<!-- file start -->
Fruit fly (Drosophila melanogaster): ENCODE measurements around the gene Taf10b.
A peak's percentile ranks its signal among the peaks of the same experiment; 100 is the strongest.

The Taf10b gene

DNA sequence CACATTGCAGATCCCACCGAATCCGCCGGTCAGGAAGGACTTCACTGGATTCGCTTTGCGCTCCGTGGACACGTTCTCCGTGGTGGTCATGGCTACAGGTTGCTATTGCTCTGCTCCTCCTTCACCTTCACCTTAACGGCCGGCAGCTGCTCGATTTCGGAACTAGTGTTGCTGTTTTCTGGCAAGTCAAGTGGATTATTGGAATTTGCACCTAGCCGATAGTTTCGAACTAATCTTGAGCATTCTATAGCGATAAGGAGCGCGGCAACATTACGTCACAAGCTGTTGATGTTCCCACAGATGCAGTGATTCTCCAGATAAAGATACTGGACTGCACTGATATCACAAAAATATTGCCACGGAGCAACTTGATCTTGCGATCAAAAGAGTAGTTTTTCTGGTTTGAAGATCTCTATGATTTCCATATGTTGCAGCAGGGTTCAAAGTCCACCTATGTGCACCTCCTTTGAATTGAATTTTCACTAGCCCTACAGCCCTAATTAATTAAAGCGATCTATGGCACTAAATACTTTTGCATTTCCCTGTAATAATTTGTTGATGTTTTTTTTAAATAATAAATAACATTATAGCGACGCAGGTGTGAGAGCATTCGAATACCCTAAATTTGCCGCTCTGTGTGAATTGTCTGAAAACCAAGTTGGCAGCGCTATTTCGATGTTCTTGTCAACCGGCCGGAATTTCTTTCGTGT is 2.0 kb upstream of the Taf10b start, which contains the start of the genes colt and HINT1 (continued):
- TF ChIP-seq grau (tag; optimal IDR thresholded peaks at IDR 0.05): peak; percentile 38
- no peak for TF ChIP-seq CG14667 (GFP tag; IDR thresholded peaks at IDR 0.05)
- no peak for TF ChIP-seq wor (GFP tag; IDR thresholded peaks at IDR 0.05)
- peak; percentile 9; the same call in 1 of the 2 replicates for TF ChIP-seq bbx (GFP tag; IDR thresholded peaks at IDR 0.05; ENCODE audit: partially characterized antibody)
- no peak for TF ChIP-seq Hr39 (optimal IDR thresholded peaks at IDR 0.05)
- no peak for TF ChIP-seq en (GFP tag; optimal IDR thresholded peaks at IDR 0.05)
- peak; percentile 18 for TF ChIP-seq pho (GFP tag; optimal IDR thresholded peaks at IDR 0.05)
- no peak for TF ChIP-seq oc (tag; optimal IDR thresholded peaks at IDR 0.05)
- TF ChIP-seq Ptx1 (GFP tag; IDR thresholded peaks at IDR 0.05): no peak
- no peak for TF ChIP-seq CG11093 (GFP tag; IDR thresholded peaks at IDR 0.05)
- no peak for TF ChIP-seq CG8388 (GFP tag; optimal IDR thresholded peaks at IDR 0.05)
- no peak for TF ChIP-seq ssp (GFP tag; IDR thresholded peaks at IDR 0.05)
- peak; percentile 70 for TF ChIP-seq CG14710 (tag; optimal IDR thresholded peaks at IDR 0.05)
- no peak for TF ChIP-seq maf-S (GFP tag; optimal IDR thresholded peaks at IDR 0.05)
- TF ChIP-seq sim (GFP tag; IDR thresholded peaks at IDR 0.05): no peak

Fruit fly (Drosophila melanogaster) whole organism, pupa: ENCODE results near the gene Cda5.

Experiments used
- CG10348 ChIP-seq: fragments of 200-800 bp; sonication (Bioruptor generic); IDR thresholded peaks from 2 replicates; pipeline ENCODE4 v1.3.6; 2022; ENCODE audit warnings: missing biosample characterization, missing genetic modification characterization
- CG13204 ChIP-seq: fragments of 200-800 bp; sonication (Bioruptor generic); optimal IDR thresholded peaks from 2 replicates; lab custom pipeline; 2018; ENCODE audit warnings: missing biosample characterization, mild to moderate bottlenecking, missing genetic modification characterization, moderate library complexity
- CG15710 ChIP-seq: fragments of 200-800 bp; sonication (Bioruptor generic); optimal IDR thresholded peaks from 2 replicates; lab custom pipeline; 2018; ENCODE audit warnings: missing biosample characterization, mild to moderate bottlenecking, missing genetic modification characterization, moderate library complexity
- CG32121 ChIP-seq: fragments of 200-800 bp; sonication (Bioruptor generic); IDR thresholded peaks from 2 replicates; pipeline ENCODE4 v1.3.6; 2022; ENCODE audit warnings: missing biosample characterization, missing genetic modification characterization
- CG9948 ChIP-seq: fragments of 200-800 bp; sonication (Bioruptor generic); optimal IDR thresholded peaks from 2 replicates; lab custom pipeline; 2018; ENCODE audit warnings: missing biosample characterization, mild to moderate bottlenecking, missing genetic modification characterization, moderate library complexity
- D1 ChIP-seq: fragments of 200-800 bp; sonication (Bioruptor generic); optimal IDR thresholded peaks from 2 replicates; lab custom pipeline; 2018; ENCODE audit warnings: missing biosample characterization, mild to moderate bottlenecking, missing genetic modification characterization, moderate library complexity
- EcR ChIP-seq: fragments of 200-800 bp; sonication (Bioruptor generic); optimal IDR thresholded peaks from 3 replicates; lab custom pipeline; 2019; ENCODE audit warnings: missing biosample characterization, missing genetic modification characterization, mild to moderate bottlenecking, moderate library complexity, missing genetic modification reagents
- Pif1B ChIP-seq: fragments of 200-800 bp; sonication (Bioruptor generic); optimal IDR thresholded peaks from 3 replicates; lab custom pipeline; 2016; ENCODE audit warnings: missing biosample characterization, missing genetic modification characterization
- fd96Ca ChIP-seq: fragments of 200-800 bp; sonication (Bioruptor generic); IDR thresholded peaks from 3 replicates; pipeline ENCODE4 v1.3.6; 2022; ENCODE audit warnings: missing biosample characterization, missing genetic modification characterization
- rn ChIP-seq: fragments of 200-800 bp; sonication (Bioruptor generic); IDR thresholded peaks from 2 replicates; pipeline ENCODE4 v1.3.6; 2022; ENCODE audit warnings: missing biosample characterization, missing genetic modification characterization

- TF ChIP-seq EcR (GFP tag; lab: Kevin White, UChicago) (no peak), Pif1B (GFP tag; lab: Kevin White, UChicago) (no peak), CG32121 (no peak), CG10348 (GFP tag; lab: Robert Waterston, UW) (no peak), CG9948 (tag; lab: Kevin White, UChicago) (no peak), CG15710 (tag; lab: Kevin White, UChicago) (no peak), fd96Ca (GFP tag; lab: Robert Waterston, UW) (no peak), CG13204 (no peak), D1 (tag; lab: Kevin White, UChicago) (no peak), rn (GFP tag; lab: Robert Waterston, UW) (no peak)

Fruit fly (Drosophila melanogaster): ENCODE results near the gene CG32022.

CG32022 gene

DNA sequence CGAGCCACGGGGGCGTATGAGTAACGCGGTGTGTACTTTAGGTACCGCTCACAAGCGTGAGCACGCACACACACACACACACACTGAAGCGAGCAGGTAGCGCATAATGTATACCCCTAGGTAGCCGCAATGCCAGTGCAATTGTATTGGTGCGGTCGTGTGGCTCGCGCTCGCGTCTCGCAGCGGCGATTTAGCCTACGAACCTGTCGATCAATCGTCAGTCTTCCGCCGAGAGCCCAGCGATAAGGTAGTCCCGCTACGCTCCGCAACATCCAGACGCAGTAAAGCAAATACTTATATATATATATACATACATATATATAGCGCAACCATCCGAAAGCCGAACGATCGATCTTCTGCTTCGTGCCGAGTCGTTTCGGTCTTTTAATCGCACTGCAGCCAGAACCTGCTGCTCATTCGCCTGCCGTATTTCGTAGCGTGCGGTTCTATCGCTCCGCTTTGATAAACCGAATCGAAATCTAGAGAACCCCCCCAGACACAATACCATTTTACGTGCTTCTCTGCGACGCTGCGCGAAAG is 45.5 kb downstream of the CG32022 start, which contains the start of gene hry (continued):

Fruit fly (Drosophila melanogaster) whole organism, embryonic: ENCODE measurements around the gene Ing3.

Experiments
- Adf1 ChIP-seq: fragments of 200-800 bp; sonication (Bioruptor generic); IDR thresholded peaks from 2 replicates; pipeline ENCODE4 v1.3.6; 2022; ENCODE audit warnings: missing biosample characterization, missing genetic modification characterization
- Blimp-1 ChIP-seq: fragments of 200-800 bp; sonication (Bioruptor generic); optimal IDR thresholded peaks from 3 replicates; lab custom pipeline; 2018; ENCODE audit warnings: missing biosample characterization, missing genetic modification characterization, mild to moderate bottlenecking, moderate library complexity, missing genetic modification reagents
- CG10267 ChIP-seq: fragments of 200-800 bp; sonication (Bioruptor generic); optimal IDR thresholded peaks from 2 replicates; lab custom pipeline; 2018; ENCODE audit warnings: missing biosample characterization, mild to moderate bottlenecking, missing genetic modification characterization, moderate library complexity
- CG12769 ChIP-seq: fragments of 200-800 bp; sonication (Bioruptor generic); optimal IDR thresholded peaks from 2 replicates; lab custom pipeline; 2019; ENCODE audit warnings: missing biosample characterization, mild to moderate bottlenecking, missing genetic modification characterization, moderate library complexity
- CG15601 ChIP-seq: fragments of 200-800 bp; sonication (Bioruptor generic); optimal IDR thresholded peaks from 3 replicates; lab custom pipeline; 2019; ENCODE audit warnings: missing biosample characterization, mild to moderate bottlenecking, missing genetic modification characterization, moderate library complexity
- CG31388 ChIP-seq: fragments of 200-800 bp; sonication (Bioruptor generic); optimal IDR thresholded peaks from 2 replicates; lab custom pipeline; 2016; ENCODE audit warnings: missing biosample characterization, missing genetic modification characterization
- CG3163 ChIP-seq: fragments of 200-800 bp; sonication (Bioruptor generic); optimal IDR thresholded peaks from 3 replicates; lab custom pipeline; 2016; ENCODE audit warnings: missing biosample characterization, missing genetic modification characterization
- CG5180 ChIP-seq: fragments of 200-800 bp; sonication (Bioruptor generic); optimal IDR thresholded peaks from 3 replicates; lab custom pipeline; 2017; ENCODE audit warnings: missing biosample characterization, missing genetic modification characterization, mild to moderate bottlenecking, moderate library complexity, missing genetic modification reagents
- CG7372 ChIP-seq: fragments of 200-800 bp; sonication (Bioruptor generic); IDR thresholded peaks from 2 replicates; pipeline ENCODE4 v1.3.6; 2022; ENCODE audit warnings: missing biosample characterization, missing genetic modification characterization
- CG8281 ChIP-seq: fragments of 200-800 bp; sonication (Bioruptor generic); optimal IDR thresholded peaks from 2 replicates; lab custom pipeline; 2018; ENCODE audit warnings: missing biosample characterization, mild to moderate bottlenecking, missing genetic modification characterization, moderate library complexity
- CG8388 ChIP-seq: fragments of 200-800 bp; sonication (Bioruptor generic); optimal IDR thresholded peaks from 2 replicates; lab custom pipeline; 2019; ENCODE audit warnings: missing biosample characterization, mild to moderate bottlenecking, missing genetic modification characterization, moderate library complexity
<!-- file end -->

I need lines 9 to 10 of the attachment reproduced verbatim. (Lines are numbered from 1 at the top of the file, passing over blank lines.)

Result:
- no peak for TF ChIP-seq Hr39 (optimal IDR thresholded peaks at IDR 0.05)
- no peak for TF ChIP-seq en (GFP tag; optimal IDR thresholded peaks at IDR 0.05)